How One Black-Owned Bookstore in Chicago Is Staying Open

Danielle Mullen launched Semicolon, the sole Black female-owned bookstore in Chicago, in 2019, after she was treated for ocular cancer.  She named the store after a nonprofit that encourages people to keep going during difficult times. When she learned this March that she’d have to close because of the Covid-19 pandemic, she maneuvered quickly to sustain her business, which combines her love of literature and focus on community.

Days before the shutdown took effect, Mullen gave away many of the books on Semicolon’s shelves to local public school students. She then set up a GoFundMe crowdsourcing campaign to raise money for subsequent giveaways to students of more than 3,500 books, an effort she’s continuing.

“Families at the lower end of the financial spectrum don’t have many books at home, and the least we can do for students who haven’t been in school is provide some,” she says.

Mullen struggled to keep her bookstore going with online sales and considered taking a loan.  Her fortunes changed in late May when the Black Lives Matter protests occurred, and Semicolon was deluged with orders from customers seeking books by and about Blacks and other minorities.

“We went from moving hundreds to tens of thousands of books a week,” she says.   “It was overwhelming at first, and at one point we had to unplug our phone because we couldn’t talk to customers and  fulfill orders at the same time.”

How One Black-Owned Bookstore in Chicago Is Staying Open

Black-owned bookstores have long served as keepers of Black culture and community hubs where authors and activists exchange ideas. That’s kept them alive, despite online behemoth Amazon’s dominance in the bookselling market. There are about 120 Black-owned bookstores in the U.S. today, according to the African American Literature Book Club, compared with 54 in 2014 and about 200 in the mid-1990s. They comprise about eight percent of the 2,524 independent bookstores overall. Many, like Philadelphia-based Hakim’s Bookstore, open since 1959, and The Lit. Bar, which launched in the Bronx, N.Y. last year, have at times relied on donations to either stay in business or to start up.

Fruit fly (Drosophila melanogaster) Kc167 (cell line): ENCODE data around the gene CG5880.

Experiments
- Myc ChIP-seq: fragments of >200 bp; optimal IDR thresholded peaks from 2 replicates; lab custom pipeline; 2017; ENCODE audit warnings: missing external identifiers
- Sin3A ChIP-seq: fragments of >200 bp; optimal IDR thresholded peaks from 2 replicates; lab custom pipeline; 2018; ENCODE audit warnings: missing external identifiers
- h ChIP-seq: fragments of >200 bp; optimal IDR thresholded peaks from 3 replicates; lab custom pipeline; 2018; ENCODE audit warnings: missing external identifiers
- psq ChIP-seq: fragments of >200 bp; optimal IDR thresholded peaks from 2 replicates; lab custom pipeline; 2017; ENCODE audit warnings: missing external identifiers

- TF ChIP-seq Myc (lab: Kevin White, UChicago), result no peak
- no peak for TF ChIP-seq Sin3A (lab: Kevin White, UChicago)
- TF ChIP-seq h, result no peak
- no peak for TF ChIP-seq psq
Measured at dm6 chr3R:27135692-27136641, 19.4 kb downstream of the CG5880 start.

Now they face the challenge of meeting and sustaining sudden increased demand from a diverse group of customers—which is likely to continue as protests over racial injustice and police brutality against Blacks persist. They must quickly build inventory, find ways to fill orders more quickly and efficiently and broaden social media campaigns, for instance. 

Semicolon’s Mullen increased her staff of four to six employees and now may hire two more people. She added detailed ordering instructions to the store’s voice mail and email systems and she and her store manager take turns managing the store’s social media accounts, she says.

In May, she was able to reopen her store and  serve customers in person as well as online.  She did some remodeling to ensure social distancing. Reading chairs have been removed and instead of one cashier area, staff moves around the store with scanners so customers can make purchases in aisles where they’re browsing.

How One Black-Owned Bookstore in Chicago Is Staying Open

Mullen estimates that about half her sales in recent weeks have been derived from about ten race-related books now on bestseller lists, including “How to be an Anti-Racist” by Ibram Kendi. To steer customers to lesser-known works, she places books on shelves so covers are facing forward and doesn’t have one designated section for fiction and another for biography or politics.  This encourages customers to roam around the store—instead of heading to just one section—and to pick up books by authors and on subjects they aren’t familiar with.

“I don’t like to think that we’re benefitting from the pandemic or from the police murders of George Floyd and other unarmed Blacks,” says Mullen, “but I’m glad there’s a new awareness about racism and a new interest in our stories.”

How to Maneuver from Slow to Surging Demand

  • Stick to your values and operating principles during slow times and call on loyal customers and other allies for help.
  • If demand for your product or service suddenly increases, do what it takes to meet it, including hiring new staff and building inventory quickly.
  • Devise new marketing and social media campaigns to build on a growing customer base.
  • Pay off debt and build a cash reserve with some profits in case demand slips again. 

©2020 Bloomberg L.P.

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